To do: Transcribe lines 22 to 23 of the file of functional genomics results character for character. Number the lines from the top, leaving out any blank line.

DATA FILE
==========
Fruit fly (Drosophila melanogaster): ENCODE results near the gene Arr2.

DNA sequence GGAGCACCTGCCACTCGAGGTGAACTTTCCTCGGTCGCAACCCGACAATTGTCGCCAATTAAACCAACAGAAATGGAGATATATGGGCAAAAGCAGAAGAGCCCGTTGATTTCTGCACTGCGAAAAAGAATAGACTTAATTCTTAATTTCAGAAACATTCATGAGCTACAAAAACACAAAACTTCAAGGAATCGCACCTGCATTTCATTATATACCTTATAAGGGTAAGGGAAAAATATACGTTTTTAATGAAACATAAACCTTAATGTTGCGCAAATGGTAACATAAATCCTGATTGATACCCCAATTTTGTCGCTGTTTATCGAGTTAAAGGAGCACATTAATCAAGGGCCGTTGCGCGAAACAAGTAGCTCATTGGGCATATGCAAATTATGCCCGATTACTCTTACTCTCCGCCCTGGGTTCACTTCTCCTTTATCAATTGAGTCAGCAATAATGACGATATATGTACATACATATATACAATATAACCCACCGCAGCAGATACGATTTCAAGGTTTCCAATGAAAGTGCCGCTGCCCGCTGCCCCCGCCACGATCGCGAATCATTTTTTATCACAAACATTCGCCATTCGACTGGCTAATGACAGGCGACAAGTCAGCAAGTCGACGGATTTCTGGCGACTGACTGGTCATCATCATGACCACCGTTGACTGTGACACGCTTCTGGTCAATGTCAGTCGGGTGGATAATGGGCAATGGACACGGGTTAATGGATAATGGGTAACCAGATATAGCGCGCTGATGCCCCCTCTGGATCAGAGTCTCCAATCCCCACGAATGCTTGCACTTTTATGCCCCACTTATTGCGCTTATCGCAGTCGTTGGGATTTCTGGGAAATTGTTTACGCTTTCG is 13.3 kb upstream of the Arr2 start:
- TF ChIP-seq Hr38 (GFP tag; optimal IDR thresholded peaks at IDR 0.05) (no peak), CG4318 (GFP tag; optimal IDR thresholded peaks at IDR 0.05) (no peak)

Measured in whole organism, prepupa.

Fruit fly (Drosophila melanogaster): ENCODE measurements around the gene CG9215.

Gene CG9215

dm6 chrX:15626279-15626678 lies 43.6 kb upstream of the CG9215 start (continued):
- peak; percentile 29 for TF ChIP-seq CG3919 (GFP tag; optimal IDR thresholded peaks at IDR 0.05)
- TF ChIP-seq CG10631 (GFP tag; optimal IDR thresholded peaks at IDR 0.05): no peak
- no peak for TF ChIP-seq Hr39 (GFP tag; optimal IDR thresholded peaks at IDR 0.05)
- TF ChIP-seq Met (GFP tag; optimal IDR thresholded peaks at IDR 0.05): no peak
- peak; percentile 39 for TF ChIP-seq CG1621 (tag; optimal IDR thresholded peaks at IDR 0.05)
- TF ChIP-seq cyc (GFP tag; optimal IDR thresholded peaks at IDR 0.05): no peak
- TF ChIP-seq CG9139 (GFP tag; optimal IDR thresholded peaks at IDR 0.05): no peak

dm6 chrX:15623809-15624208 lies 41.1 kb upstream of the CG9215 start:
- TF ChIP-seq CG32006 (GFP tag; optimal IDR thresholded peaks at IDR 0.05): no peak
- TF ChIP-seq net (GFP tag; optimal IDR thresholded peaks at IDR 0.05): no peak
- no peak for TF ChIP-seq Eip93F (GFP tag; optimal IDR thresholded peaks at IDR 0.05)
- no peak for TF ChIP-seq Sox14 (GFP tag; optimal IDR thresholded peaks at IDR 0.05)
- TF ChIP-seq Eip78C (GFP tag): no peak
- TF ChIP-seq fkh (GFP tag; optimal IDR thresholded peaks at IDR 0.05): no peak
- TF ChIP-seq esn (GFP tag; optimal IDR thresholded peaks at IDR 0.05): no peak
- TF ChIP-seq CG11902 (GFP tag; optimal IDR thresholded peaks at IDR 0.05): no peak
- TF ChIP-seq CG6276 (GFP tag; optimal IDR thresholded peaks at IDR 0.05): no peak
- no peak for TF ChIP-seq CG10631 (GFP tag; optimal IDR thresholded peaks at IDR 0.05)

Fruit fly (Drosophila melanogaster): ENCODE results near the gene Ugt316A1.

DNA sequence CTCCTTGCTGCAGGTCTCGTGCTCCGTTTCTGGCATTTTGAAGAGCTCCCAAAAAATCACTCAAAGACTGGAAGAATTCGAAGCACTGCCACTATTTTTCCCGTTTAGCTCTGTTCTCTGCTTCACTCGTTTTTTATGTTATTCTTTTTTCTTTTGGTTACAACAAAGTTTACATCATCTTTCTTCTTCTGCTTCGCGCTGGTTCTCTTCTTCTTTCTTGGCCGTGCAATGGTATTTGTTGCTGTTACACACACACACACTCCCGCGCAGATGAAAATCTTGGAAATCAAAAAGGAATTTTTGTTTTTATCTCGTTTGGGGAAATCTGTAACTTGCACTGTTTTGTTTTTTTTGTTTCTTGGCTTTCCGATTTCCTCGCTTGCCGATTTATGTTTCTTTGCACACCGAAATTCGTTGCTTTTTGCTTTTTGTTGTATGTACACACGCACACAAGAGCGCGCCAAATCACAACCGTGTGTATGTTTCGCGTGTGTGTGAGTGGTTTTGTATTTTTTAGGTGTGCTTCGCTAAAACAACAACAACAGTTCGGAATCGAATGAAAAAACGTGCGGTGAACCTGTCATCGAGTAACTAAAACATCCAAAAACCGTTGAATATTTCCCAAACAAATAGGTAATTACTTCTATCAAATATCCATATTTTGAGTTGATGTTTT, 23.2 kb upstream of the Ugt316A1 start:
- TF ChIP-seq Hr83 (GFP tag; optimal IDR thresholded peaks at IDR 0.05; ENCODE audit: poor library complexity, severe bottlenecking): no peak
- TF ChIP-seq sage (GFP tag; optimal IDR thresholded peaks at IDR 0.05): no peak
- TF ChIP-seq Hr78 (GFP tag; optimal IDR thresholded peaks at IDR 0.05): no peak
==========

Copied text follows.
- TF ChIP-seq esn (GFP tag; optimal IDR thresholded peaks at IDR 0.05): no peak
- TF ChIP-seq CG11902 (GFP tag; optimal IDR thresholded peaks at IDR 0.05): no peak